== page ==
All 133 members of Royal Air Force 617 Squadron, the Dambusters, will be "reunited" in a poignant exhibition marking the 75th anniversary of...
All 133 members of Royal Air Force 617 Squadron, the Dambusters, will be "reunited" in a poignant exhibition marking the 75th anniversary of the raids.
The Dambusters conducted a night of raids with Sir Barnes Wallis's revolutionary bouncing bombs, releasing them 60ft above ground, on German dams in May 1943.
Of the 133 airmen who left on the missions, 53 did not return, giving a survival rate of just over 60%.
George "Johnny" Johnson, 96, the only surviving British member of the squadron, was awarded an MBE in the Queen's Birthday Honours last year following campaigns to get him knighted.
He will now feature in an exhibition by Dan Llywelyn Hall, who in 2013 became the 133rd artist to paint the Queen, to reunite all 133 of the Dambusters ahead of the mission's 75th anniversary.
Mr Llywelyn Hall had a sitting with the veteran in Bristol in February and has since been painting individual portraits of the members of the squadron, inspired by archive pictures and research.
"The Dambusters have an almost folkloric reputation to my generation and conjure the truest sense of comradeship for me," he said.
"After sitting with Johnny I had the sense of him feeling part of a much bigger team as he proudly made many references to his fellow crew.
"Curiosity made me explore the other Dambusters and soon enough I had this vision of seeing all the faces together reunited with Johnny.
"I think it'll be a very poignant moment to mark the anniversary, when, on the 16th May Johnny would have seen all those men in a briefing room for the last time, before embarking on the most daring air raid in history."
Mr Johnson and Canadian former front gunner Fred Sutherland are the only two living survivors who took part in the bombing raids on the Mohne, Eder and Sorpe dams in Germany.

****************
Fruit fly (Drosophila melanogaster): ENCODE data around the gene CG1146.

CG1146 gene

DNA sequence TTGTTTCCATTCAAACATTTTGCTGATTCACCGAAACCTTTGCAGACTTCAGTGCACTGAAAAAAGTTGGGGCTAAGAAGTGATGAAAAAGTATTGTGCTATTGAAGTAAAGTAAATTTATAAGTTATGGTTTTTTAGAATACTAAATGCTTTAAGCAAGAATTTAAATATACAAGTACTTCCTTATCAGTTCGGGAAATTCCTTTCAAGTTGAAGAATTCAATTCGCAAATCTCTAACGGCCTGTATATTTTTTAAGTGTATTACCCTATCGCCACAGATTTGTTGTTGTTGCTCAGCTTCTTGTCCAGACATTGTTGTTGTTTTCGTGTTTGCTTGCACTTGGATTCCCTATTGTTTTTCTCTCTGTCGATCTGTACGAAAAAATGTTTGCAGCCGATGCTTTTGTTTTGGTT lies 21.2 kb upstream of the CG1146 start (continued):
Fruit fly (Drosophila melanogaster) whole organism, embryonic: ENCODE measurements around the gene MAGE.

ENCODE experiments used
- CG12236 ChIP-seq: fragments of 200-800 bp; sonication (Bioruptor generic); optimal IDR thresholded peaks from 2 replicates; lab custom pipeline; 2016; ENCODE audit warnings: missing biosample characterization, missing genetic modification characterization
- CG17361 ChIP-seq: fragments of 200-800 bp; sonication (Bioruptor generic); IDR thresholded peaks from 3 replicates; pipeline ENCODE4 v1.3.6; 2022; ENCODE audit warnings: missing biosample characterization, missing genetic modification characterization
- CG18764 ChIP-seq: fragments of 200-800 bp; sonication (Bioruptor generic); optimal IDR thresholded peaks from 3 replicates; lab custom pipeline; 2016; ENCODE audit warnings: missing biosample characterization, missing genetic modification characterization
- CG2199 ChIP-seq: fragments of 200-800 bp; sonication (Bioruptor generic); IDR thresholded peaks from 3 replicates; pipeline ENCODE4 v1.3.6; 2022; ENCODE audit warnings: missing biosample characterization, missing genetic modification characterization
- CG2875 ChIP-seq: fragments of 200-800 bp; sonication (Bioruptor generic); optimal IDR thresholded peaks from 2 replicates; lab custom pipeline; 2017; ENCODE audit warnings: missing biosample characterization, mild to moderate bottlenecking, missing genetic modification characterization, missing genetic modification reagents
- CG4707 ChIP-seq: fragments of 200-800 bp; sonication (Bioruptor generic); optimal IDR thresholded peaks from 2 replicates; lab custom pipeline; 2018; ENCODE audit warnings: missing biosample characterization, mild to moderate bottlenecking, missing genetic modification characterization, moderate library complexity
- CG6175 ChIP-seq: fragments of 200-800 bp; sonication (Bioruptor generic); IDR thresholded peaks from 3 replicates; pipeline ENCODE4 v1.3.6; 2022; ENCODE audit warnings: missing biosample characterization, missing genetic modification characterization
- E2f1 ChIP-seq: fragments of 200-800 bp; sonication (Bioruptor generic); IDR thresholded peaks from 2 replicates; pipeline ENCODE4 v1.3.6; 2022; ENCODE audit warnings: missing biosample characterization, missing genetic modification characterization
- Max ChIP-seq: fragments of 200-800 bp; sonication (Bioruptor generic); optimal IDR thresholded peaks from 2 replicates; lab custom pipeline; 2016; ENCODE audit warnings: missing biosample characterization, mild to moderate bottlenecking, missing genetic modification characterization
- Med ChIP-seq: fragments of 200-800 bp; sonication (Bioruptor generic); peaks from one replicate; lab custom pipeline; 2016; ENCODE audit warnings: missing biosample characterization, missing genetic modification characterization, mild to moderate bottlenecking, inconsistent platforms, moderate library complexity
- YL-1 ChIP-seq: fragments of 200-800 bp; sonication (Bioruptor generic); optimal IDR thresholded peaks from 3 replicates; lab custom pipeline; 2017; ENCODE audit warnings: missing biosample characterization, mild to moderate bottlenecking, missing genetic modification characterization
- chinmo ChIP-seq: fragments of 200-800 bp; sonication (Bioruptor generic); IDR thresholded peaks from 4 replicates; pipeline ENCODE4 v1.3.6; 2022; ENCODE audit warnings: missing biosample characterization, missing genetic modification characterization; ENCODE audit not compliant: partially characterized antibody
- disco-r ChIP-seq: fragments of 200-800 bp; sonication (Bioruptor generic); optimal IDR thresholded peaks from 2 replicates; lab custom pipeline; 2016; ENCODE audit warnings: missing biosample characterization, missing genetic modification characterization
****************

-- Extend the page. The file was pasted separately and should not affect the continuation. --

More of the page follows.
Some 19 Lancaster bombers flew from RAF Scampton in Lincolnshire for the daring mission on May 16/17 1943 to shatter dams in Germany's industrial heartland and cut off vital supply lines in the Ruhr Valley.
A total of 133 Allied aircrew left for the raid aboard 19 Lancaster bombers, led by Wing Commander Guy Gibson, but 53 men were killed and three were captured.
Gordon Yeo, a front gunner in the first wave of bombers to attack the Mohne Dam, was brought up in Barry, south Wales, where Mr Llywelyn Hall comes from.
The exhibition, entitled Dambusters Reunited, will be unveiled by relatives of the Dambusters in Lincoln in May.
Mr Johnson will also unveil his portrait, entitled The Last British Dambuster, in the city.
All 133 portraits will then go on display in London.
"When I was looking through the photographs of the 133 men I had the sense of anticipation in their eyes and all that they might be faced with," Mr Hall said.
"I've felt like I've come to know the personalities through exploring those subtle features. In a small way, painting them has felt like reinvigorating their memory and the remarkable human stories of each individual for posterity."
Members of the public are able to pre-order catalogues and prints of the exhibition to benefit three charities, Group 617, The International Bomber Command Centre in Lincoln, and the The Royal Air Force Benevolent Fund.